World Public Forum and Rhodes Youth Forum: Unity in Diversity

By Fred Dallmayr, Co-Chairman of the World Public Forum “Dialogue of Civilizations”

(Presented on September 28 at the Joint Session of the Rhodes Forum 2014)

Let me welcome all participants to this joint meeting of the World Public Forum (WPF) and the Rhodes Youth Forum (RYF). This is our first meeting together in Rhodes. Of course, the two organizations have coexisted for some time, and our mutual relations have always been friendly and amicable. But even when we both assembled in Rhodes, we tended to meet at different venues. Now the time for a more integrated meeting has come through which we hope to solidify our relation.

By its nature, this joint session is an inter-generational meeting and this means it involves a mutual learning process.  We know (or at least expect) that generations can learn from each other.  From personal experience I know that older people often learn from the young.  I have been a college teacher or university professor for 50 years, and during that time I have tried to transmit information, ideas and insights to my students.  But at the same time, I have always also learned from students.  Just because they are not yet “professionally deformed,” students often ask questions which unsettle academic expertise and shed a new light on issues, thus opening up new vistas or horizons.  I am also a parent and grandparents and we know, of course, that parenthood is a continuous learning experience.  The most startling discoveries often come from our grandchildren, because they constantly ask questions about everything:  Why do you say or do this?  What does that mean?  Why do people behave that way?  We tend to smile at these children and think they are innocent and cute.  But deep down we are also a bit envious or jealous—because we may have lost this ability to ask questions and stir things up.

So, we in WPF are certainly willing to learn from members of the Youth Forum.  We hope this willingness is reciprocated.  So, what can the younger people here learn from us?  We call ourselves “World Public Forum.”  What is this?  I once wrote a short article called “Who Are We?”  In that piece I argued that we are not a number of things: not a professional organization, not an academic institution, not a political party, not a business corporation, not a sect or church.  So what is left?  I suggested that we are mainly an ethical community held together by shared commitments, aspirations and hopes.  These commitments operate on the levels of both knowledge and practice, of adequate analysis and proper conduct.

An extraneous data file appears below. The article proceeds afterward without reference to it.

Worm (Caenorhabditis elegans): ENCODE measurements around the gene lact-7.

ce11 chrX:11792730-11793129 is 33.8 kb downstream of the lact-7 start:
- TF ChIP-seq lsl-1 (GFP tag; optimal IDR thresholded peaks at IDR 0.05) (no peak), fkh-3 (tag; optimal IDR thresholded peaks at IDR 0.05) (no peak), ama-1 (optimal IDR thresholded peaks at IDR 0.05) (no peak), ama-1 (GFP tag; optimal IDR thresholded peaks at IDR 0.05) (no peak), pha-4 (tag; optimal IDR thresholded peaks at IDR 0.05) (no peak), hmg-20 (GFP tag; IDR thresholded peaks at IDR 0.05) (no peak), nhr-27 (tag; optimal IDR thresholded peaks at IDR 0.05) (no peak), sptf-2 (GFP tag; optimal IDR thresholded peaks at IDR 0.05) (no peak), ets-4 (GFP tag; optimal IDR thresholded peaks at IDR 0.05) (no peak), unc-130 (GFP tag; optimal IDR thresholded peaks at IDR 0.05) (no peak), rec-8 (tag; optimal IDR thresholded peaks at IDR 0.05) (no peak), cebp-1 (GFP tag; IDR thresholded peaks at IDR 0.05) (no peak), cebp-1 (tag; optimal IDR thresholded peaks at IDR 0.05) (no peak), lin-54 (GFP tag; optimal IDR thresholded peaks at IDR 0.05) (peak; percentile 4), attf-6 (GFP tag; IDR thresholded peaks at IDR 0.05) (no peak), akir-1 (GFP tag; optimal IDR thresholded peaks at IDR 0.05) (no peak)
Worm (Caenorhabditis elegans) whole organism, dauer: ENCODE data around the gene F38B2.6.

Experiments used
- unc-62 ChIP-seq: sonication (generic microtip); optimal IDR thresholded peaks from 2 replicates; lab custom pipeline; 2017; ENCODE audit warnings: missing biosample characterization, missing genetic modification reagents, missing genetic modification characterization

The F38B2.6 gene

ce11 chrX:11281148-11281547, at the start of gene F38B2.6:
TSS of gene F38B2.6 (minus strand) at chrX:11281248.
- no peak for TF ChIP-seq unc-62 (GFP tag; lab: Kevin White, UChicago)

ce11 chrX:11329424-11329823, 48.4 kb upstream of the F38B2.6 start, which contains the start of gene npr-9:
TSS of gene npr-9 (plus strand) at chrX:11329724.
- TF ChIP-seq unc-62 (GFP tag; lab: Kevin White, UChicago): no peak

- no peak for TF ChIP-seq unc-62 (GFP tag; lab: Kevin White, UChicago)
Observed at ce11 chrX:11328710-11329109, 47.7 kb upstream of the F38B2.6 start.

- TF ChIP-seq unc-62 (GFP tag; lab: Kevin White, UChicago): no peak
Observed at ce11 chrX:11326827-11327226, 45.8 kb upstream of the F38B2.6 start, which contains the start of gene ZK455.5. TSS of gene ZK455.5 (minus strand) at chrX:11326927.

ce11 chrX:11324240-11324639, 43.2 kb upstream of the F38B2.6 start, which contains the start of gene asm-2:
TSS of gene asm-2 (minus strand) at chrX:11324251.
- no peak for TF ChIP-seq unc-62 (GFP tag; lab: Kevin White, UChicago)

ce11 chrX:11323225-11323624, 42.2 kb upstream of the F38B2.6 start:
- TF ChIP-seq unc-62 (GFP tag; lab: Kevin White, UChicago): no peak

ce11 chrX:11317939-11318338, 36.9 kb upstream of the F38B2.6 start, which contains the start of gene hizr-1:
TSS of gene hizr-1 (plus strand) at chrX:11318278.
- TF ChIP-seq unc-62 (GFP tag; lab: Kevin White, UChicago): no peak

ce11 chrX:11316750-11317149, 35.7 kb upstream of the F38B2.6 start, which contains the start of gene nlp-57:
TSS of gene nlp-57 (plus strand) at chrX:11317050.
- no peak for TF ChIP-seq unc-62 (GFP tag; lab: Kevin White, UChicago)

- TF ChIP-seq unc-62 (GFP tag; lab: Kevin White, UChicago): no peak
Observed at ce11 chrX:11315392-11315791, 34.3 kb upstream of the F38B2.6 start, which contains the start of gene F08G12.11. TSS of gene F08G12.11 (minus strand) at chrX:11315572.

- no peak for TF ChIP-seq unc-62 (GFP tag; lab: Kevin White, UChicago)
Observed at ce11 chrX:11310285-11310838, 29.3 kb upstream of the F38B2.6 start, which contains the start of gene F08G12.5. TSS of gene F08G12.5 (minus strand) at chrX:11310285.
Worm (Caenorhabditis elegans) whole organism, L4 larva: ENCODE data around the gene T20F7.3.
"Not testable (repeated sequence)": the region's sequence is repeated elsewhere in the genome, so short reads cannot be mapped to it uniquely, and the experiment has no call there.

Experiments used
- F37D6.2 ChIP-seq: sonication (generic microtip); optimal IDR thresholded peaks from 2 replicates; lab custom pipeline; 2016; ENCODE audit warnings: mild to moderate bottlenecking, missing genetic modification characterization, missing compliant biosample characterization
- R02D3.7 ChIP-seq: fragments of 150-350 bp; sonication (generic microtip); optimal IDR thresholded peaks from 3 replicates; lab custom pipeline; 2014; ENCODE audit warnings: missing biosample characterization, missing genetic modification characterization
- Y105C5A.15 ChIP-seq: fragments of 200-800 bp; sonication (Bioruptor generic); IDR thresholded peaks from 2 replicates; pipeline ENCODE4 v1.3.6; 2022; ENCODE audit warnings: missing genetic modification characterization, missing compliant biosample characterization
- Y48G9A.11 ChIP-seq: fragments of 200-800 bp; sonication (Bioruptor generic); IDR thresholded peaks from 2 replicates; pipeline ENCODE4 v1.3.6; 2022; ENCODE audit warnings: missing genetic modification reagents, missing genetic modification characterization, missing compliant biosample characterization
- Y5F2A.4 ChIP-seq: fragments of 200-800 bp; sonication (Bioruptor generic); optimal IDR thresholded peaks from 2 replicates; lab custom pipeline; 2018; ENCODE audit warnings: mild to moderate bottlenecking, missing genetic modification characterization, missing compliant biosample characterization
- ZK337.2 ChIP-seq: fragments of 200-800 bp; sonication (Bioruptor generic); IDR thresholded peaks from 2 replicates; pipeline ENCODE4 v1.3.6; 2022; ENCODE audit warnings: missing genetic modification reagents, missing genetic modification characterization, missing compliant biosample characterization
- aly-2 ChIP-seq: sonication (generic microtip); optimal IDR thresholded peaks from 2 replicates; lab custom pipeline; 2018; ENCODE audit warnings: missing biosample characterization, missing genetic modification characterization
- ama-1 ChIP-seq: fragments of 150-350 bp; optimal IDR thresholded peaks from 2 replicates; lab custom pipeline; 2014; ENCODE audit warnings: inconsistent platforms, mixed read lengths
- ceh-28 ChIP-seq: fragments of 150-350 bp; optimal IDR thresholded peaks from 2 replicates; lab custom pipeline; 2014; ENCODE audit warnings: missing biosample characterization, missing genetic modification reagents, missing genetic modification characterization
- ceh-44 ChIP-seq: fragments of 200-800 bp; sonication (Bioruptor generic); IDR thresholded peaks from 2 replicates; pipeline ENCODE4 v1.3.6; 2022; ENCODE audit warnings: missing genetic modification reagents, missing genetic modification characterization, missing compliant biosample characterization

As a “World Public Forum” we basically want to explore and analyze what happens in the world.  We want to discuss and probe the pressing global issues and crises:  in the fields of geopolitics, of economics and high finance, of environmental spoliation, of inter-ethnic and inter-religious rivalries, of migration, of personal and family relations, and many more.  Inevitably, a major focus is on the danger of warfare, of terrorism, of a new Cold War (leading perhaps to a hot war).  So we want to have knowledge—as accurate a knowledge as possible—of the happenings in this world, and also of the underlying causes and motivations.  Many of our sessions in Rhodes are devoted to this task.

However, there is something else.  We do not seek knowledge just for the sake of knowledge (this would be a purely academic enterprise).  In the midst of acquiring knowledge, something stirs in us; a question arises, the question:  Why?  Why is the world the way it is?  Why is there so much injustice, so much domination and exploitation, so much misery, so much butchery and slaughter of the innocent??  Why?

And so, in the midst of seeking knowledge, a deep stirring, yearning, or desire arises in us:  the yearning for a better world, for another possible world.  I am not saying that we aim or can aim at a perfect world.  But we can and must aim at a world with less injustice, less exploitation, less corruption, less mayhem and butchery.  In religious language, this is called the yearning for the “promised land,” for the “eternal Jerusalem” as the city of peace.  But since we are here in Greece, we can also invoke Plato:  his great philosophical loadstars of truth, goodness (or justice), and beauty.

This yearning I am talking about is a powerful drive, a passion, in fact an infinite passion or thirst, a thirst which cannot be quenched by worldly power, wealth or possessions.  It is this passion which we in WPF would like to bequeath to our friends in the Youth Forum.